Neil Gaiman reinvents the fearsome Cybermen and gets Doctor Who back on track
Last week, I was very down on the current season of Doctor Who, and I wondered if the wounds ran so deep that a decent comeback for the season was impossible. There were only two episodes left and the main supporting character (Clara) was still an unknown. Her lack of character progression was holding the show back.
However, legendary science fiction and fantasy writer Neil Gaiman penned this episode, and his only previous work on the series is one of my favorite episodes, “The Doctor's Wife.” The episode also featured Warwick Davis, and Willow makes everything better.
The duo didn't disappoint. “Nightmare in Silver” is the best episode of the season so far, and Gaiman hit some important notes that I'm hoping will strengthen the show in the long run.
A resurgent Clara
I was pretty clear about my disdain for Clara Oswin Oswald in my previous Doctor Who piece, but this was her strongest episode yet. In previous episodes her character felt hollow, and she lacked any sort of influence over the scenes she was in. A character with no agency is boring.
Gaiman made the decision to separate Clara and the Doctor in this episode to allow Clara more time to grow on her own. It was a great success, and she felt more natural and respectable in this episode than in any other. Gaiman even made her feel believable in her role as a deputized leader of a planetary defense force, an impressive feat considering Clara's Earthly occupation as a childcare professional.
Her decisions and actions flowed naturally from her personality. When she bosses around a group of soldiers, it felt believable, stemming from her tendency to follow strict orders from the Doctor. The Doctor told her to keep these grunts in check and so that is precisely what she does.
She never loses the few qualities I've always liked about her in the process. Gaiman adds to her usual repertoire of humor and faithfulness with wonderful new qualities like intelligence, bravery, and cleverness. Where before she was standing behind the Doctor asking what she should do, here she was commanding a platoon to set-up an Alamo-style defense against an army of Cybermen.
“Nightmare in Silver” was still just a one-off like every other episode this season, but it's a masterful one-off.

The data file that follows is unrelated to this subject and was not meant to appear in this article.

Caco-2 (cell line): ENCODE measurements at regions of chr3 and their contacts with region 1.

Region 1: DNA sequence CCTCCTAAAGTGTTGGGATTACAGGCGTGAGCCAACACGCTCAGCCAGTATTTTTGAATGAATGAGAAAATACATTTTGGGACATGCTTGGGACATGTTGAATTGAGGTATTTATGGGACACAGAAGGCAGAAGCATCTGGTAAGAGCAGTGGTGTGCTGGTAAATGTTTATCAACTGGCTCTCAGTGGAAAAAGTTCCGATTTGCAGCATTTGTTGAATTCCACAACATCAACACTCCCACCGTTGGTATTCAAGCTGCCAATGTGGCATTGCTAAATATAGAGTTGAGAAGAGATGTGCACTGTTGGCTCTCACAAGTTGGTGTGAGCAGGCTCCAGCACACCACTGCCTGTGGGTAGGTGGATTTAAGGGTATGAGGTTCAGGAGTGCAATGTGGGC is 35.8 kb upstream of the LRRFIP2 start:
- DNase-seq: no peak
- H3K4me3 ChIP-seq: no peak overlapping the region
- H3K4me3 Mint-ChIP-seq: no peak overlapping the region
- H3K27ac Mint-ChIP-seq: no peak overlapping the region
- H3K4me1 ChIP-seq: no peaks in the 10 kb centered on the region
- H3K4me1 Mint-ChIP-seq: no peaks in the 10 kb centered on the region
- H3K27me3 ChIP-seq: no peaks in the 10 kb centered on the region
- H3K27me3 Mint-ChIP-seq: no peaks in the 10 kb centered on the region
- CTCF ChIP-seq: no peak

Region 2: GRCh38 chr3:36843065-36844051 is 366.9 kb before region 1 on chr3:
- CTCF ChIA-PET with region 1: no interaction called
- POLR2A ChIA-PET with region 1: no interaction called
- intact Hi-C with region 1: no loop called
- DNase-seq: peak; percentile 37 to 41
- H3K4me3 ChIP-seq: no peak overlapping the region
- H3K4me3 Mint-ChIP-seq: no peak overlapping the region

Hail Gaiman, savior of the Cybermen
Gaiman's chief triumph is the return of the Cybermen, both literally and figuratively. The Cybermen have been one of the chief villains of the modern incarnation of the series, but they've been beaten so many times that they were starting to look like chumps. How many times can the toughest guy in the room get beat up before people stop believing he's the toughest guy in the room? The Cybermen were taken down by Mickey's alternate universe guerrilla group, whooped by the Daleks, and even blown up by a father's love for his son. Not so intimidating anymore.
This episode essentially reboots Cyberman lore, and reforges them as an incredibly intimidating fighting force. They're remade into a bogeyman so fearsome that it's best just to implode the entire planet the second you find one. In the new tale of their origin, we're told that an entire galaxy had to be destroyed in order to stop their inevitable advance.
Gaiman and show runner Steven Moffat were reportedly attempting to confront the Cybermen's increasing wimpification, and they've done a phenomenal job. It's a standalone episode, so of course the Doctor wins the day, but without giving too much away: the Cybermen are never actually defeated in the strictest sense. They are now fast, fearsome, intelligent, and a much more well-rounded antagonist.
Gaiman's achievements with the plot of this episode are so strong that it's easy to forget about Warwick Davis as the lovable grunt worker Porridge. In any other episode he would have stolen the show, but Gaiman used him sparingly. It was a good choice.
I'm finally excited about Doctor Who again. After a fairly long drought this episode has me charged up for the season finale next week. I'm still not sold on Clara, but I hope future episodes follow Gaiman's example. The final episode, “The Name of the Doctor” is the big payoff. We've been told for the last eight episodes that the true identities of both Clara and the Doctor are shocking and interesting, and I hope they're able to make good on that promise.